SUPG PARAMETERS COMPUTED FROM LOCAL MATRICES 3

dimensions these equations can be written in terms of

the conservation variables, U = (ρ, ρu, ρv, ρe), as

∂U

∂t

+

∂F

x

∂x

+

∂F

y

∂y

= 0 on Ω × [0, T]. (1)

Here ρ is the ﬂuid density, u = (u, v) is the velocity

vector, e is the total energy per unit mass, F

x

and

F

y

are the Euler ﬂuxes, Ω is a domain in IR

2

, and T

is a positive real number. We denote the spatial and

temporal coordinates respectively by x = (x, y) ∈ Ω

and t ∈ [0, T], where the superimposed bar indicates

set closure, and Γ is the boundary of domain Ω. We

consider ideal gases. Alternatively, Equation (1) can

be written as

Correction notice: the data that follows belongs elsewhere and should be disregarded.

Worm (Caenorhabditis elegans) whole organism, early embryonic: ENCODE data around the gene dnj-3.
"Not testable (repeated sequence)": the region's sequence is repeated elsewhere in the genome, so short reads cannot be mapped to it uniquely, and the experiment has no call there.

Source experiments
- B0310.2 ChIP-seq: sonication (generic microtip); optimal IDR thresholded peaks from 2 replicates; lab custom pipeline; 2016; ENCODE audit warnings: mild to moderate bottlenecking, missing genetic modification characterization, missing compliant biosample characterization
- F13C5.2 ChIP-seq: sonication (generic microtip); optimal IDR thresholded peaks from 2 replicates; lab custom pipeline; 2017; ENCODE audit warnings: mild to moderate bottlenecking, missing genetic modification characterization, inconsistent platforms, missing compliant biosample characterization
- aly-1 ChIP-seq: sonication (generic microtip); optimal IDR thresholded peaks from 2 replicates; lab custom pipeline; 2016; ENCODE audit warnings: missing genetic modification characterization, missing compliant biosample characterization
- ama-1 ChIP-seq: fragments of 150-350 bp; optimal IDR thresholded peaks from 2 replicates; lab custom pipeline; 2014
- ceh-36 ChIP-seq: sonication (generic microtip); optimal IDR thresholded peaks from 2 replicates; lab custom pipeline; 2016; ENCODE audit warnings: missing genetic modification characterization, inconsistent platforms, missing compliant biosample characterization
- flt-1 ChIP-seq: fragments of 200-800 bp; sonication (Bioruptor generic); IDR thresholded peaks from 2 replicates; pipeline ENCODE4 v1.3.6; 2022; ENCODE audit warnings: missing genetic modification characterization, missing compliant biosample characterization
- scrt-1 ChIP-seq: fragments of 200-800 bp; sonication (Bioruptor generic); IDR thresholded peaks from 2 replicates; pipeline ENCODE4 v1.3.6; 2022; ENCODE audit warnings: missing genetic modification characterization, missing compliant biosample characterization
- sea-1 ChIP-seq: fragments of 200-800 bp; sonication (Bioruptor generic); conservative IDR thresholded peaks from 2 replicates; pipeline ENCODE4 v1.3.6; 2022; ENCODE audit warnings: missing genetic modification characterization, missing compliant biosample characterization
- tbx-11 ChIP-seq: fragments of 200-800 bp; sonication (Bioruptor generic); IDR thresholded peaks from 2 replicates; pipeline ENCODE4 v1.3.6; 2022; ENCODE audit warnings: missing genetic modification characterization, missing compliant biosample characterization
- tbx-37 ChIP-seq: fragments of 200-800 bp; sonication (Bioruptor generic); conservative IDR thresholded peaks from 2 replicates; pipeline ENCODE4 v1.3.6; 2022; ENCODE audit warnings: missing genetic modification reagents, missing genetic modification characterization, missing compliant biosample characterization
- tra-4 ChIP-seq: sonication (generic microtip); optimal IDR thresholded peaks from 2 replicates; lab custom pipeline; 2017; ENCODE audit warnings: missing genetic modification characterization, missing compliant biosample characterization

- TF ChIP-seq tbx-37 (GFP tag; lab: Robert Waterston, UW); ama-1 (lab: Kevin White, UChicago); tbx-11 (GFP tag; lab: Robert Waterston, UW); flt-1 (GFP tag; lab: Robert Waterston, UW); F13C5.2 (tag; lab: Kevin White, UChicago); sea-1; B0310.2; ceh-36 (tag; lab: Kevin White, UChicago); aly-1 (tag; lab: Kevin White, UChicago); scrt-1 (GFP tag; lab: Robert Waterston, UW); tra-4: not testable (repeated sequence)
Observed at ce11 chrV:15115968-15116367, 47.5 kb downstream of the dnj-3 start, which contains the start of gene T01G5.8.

∂U

∂t

+A

x

∂U

∂x

+A

y

∂U

∂y

= 0 on Ω × [0, T], (2)

where A

x

=

∂Fx

∂U

and A

y

=

∂Fy

∂U

. We assume that

we have an appropriate set of boundary and initial

conditions associated with Equation (2).

3 STABILIZED FORMULATION AND

STABILIZATION PARAMETERS

Considering a standard discretization of Ω into ﬁ-

nite elements, the (SUPG)

82

formulation for the Eu-

ler equations in conservation variables introduced in

[19, 20, 11], supplemented with a shock-capturing

term [13], is written as

_

Ω

W

h

.

_

∂U

h

∂t

+A

h

x

∂U

h

∂x

+A

h

y

∂U

h

∂y

_

dΩ +

n

el

e=1

_

Ω

e

τ

_

∂W

h

∂x

A

h

x

+

∂W

h

∂y

A

h

y

_

.

_

∂U

h

∂t

+A

h

x

∂U

h

∂x

+A

h

y

∂U

h

∂y

_

dΩ +

n

el

e=1

_

Ω

e

δ

91

_

∂W

h

∂x

.

∂U

h

∂x

+

∂W

h

∂y

.

∂U

h

∂y

_

dΩ = 0. (3)

Here W

h

and U

h